No verdict in fraudulent check-cashing scheme

No verdict in fraudulent check-cashing scheme

June 30th, 2011 by Carey O'Neil in News

A jury returned no verdict Wednesday and will reconvene today in the trial of an Atlanta man who said he was the innocent fall guy in a fraudulent check-cashing scheme.

Herschel Hargett is accused of recruiting homeless people in Atlanta then taking them to Tennessee, where they cashed fake checks at Regions Bank on Gunbarrel Road and at GreenBank in Athens, Tenn. He reportedly was paid $400 to do so.

He is charged with five counts of bank fraud and one conspiracy charge.

Five homeless men convicted of cashing more than $13,000 in fake payroll checks picked Hargett out of a photo lineup. This week, they testified he picked them up and told them about the scheme.

The jury went into deliberations about 2 p.m. Wednesday. Jurors will reconvene today at 10 a.m.

On Wednesday, Hargett's attorney, Lee Ortwein, asked the jury to remember the five homeless witnesses were admitted crack cocaine users with lengthy criminal records.

He also pointed out the homeless men had signed plea bargains with the prosecution, exchanging their testimony for possible reduced sentences.

The prosecution wasn't relying only on witness testimony. During the investigation, Hargett wrote a statement for Secret Service agents - who investigate counterfeit checks - describing the check-cashing operation and specific details of the scheme.

"His statement alone is enough to find him guilty," Assistant U.S. Attorney James Brooks told the jury.

But Hargett, who took the stand in U.S. District Court in Chattanooga for about an hour Wednesday, told jurors he knew nothing about the scheme and said he pieced together his statement from what investigators told him.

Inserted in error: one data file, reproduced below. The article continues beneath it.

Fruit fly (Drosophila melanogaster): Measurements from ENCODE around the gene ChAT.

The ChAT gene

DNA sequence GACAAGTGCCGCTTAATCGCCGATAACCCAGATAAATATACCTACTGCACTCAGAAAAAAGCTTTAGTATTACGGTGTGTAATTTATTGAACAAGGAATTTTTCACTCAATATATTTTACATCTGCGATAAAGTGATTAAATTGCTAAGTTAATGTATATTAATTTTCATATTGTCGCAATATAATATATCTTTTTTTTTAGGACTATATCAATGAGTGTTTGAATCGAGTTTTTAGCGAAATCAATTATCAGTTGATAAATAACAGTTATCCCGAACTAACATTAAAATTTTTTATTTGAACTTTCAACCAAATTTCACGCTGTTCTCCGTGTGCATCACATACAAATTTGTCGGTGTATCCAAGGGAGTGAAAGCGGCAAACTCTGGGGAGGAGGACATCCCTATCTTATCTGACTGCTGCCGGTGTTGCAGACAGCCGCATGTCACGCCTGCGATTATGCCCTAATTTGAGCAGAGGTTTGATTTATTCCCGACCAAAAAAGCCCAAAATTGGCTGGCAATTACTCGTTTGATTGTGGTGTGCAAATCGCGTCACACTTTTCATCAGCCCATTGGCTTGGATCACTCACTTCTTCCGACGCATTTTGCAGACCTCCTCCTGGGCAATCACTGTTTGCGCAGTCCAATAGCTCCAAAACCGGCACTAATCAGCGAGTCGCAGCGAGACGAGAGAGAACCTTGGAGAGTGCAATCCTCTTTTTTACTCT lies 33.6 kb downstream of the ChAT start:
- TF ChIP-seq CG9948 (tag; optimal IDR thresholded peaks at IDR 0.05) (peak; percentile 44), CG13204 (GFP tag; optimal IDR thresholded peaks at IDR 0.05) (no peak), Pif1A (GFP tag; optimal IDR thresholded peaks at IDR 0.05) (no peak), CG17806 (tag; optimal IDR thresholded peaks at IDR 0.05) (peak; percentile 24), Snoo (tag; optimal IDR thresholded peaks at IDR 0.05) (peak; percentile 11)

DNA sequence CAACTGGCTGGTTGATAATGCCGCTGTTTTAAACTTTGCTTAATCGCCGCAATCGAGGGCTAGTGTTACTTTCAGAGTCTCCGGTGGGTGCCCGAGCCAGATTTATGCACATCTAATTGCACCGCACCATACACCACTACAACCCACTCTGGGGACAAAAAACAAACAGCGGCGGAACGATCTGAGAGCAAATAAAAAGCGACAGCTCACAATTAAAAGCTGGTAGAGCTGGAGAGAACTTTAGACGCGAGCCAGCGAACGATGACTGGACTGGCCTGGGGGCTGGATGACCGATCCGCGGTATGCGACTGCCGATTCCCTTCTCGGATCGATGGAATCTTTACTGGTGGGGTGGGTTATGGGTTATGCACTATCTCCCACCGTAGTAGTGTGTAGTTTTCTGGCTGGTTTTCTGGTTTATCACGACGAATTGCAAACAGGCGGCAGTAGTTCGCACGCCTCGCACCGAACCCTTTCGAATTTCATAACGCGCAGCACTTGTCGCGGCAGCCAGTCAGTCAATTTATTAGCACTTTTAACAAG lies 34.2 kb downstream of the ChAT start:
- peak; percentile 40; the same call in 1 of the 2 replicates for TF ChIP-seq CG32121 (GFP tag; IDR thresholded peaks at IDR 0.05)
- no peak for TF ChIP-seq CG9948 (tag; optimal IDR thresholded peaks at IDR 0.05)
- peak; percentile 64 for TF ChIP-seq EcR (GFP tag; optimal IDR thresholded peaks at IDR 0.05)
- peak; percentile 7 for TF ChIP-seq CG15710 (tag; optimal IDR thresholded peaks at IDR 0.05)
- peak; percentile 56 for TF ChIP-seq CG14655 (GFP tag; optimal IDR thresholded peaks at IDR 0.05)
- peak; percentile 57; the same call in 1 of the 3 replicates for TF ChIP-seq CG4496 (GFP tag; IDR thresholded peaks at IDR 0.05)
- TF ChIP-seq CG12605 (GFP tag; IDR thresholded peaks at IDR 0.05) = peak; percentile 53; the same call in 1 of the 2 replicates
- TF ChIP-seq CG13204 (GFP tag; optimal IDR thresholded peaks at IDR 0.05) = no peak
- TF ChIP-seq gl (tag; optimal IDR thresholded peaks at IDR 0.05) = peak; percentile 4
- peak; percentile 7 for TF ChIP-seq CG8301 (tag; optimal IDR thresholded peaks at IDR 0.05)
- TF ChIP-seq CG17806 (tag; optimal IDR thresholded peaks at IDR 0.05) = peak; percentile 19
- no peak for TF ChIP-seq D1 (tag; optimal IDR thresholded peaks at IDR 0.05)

Hargett testified he showed homeless shelters to a man he knew only as Josh, who presented himself as a businessman from Ohio looking for day laborers. Hargett said he accepted $200 for a cell phone the man used to get in touch with him and $200 for showing homeless shelters to the men later.

He said he only had an inkling the activity was illegal when he overheard two homeless men discussing the scheme in vague terms on his last day working with Josh.

Hargett, a video production student at the Art Institute of Atlanta who said he's never had so much as high school detention, called the scheme "the perfect crime" because the ringleaders "got the money and they're already spending it while the homeless guys and I are in here pointing fingers at each other, fighting for our lives in the courtroom."

Although he said the homeless men's testimony should be carefully considered, Brooks asked the jury to remember that all five men identified Hargett as the one who recruited them for the scheme.

"Don't you think if they wanted to help their case, they'd pick the guy who did it?" he asked.